Mexican painter, printmaker, writer, theorist, volcanologist, and politician. Murillo first studied art in his native Guadalajara with the painter Félix Bernardelli (1866–1905). Murillo relocated to Mexico City in 1896, studying briefly at the Academia de San Carlos, before securing support from the government to continue his education in Europe. He stopped briefly in Paris in 1897 before moving on to Rome and beginning his studies at the Accademia di Belle Arti and the Real Academia de España. Murillo’s encounters with European art had a profound impact on him, particularly Impressionism. He also achieved a measure of success on the European art scene, and his Self-portrait (1899; priv. col.) was awarded the silver medal at the Paris Salon. During his six-year stay Murillo also became absorbed by French and Italian socialist political theory.

Murillo returned to Mexico in 1904, joining the staff of the Academia de San Carlos, where he became an agitator for reform, clashing with the school’s administration over teaching methods and becoming a hero to students, among them José Clemente Orozco and David Alfaro Siqueiros. The debates culminated in the student strike of ...

Article

Veerle Poupeye

(b St. Andrew, Jamaica, Mar 17, 1946).

Jamaican artist and art historian. He studied at Cornell University, Ithaca, NY, and at Johns Hopkins University, Baltimore, MD, where he was awarded a PhD in 1975. He studied briefly under the American painter Fred Mitchell (1923–2013) while at Cornell, although he was essentially self-taught as an artist. He developed a coherent but continuously evolving iconography consisting of complex and often highly personal metaphors that commented on the human condition and the anguish of modern existence. Although he also produced non-figurative works, he usually concentrated on the human figure (e.g. Pietà in Memory of Philip Hart, 1986; Kingston, N.G.). He often worked with “appropriated images” borrowed from myth, religion, music, history, archaeology, and art history. These images, often mechanical reproductions of his sources, were transformed, cruelly assaulted sometimes, through a surrealist method of association.

The major multimedia installation Headpiece. The Riefenstahl Requiem (1986; Kingston, N.G.) summarized some of Boxer’s major thematic concerns, namely the self-destructive forces in the individual as well as in society, through references to war, genocide, and natural catastrophe; the juxtaposition of Classical Apollonian and Dionysiac motives; and mythological figures such as Icarus, Narcissus, and the Three Graces. Boxer worked in a wide variety of media, ranging from experimental painting techniques to collage and assemblage, photography and video. In ...

Article

Brian Austen

(Hicks)

(b ?Sheffield, 1785; d Port of Spain, Trinidad, Nov 1846).

English sculptor, designer and architect. In 1810 he exhibited at the first Liverpool Academy Exhibition and showed models and drawings there in 1811, 1812 and 1814. These included designs for the restoration of the screen in Sefton church, Merseyside, and for a chimney-piece for Speke Hall, Liverpool, and two drawings of Joseph Ridgway’s house at Ridgmont, Horwich, Lancs. Bridgens designed furniture and furnishings in Gothic and Elizabethan styles for George Bullock. In 1814 he moved to London with Bullock, using his address at 4 Tenterden Street, Hanover Square, and prepared designs for Sir Godfrey Vassal Webster (1789–1836) for improvements to Battle Abbey, E. Sussex, and similarly for Sir Walter Scott’s home, Abbotsford House, at Melrose on the Borders. Two chair designs for Battle Abbey were published in Rudolph Ackermann’s Repository of Arts in September 1817, and Bridgens was also involved in the design of chairs supplied to Abbotsford House in ...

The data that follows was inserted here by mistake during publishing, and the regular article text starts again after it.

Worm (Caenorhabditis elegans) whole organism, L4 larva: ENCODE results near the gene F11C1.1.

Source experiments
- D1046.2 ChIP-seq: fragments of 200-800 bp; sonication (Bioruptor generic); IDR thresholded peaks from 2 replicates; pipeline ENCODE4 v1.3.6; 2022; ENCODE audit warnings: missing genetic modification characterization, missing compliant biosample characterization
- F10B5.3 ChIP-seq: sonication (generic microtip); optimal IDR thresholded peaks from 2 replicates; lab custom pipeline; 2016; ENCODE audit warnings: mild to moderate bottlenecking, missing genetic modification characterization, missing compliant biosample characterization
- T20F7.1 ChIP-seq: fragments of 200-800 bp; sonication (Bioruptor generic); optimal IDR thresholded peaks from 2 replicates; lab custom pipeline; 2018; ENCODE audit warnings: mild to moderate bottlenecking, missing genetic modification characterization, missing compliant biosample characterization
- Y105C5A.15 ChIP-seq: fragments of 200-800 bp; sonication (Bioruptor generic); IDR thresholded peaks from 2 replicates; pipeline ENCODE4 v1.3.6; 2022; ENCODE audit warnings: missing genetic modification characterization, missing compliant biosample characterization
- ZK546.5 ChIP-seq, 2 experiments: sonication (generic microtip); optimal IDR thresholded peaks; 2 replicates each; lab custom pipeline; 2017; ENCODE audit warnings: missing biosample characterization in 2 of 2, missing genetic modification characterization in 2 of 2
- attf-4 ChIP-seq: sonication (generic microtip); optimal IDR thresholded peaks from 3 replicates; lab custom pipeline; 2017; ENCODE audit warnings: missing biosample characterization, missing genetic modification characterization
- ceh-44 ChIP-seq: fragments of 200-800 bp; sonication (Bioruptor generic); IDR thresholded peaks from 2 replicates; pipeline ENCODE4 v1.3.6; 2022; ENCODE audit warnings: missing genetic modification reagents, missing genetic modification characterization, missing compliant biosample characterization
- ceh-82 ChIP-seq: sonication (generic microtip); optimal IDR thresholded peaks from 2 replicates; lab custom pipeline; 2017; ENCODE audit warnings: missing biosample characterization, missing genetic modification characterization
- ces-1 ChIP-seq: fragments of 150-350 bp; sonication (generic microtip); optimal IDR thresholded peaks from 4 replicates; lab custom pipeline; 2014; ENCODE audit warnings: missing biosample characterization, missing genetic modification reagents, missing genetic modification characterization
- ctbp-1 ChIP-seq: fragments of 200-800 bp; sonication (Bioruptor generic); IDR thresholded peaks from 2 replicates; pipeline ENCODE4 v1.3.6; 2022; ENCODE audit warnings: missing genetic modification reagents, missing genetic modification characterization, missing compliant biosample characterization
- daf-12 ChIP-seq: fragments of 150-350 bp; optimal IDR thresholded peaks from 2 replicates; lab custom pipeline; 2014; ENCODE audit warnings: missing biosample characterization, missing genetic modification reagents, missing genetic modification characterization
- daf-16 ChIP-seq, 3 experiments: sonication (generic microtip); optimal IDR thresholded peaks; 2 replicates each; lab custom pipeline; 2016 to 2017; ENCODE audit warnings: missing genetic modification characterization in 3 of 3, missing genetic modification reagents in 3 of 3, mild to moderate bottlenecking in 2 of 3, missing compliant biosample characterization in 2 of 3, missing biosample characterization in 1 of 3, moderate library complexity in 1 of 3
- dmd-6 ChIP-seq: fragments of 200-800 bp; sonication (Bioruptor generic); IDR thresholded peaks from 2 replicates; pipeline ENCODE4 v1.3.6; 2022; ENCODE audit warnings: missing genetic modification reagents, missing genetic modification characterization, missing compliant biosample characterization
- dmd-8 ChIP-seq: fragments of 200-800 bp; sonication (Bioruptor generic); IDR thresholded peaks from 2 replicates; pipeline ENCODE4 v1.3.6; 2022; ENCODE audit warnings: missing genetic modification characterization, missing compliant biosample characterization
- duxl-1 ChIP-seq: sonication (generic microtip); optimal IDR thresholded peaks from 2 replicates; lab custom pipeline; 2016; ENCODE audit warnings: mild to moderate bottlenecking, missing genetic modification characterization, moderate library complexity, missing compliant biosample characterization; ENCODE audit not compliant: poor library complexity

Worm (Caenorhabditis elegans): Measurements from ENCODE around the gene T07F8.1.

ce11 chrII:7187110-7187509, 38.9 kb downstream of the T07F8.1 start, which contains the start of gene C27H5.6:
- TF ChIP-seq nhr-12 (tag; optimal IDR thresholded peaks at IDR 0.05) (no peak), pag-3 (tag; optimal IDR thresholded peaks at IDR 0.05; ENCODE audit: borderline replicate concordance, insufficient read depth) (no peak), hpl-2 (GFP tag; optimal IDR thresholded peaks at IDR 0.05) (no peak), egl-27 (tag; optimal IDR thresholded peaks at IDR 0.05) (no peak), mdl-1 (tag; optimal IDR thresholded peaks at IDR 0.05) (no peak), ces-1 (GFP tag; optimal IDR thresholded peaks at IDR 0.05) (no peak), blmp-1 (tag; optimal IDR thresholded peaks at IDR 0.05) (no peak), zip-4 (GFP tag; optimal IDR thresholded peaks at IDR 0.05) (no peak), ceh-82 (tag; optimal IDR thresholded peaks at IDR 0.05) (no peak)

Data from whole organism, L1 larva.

Article

W. Iain Mackay

(b Carhuás, Ancash, Oct 2, 1857; d San Miguel de Tucumán, Dec 1922).

Peruvian painter, photographer, teacher, and critic. At the age of four he was brought to Lima, where he began to take lessons in art. From 1885 he traveled through France, Italy, and Belgium, and on returning to Latin America he settled in Buenos Aires, where he took up photography. In 1905 he returned to Lima, where he set up a workshop and art college at the Quinta Heeren, introducing the latest photographic techniques. On visiting Spain in 1908 Castillo discovered the historical genre paintings of Mariano Fortuny, y Marsal, and once back in Lima worked as a painter and as art critic for the magazines Prisma, Variedades, Actualidades, and Ilustración peruana. He later supported Daniel Hernández in founding (1919) the Escuela Nacional de Bellas Artes in Lima (see also Peru, Republic of, §XI). In parallel with the writer Ricardo Palma, Castillo was concerned with recording the traditions of Lima’s colonial past, and such paintings as the ...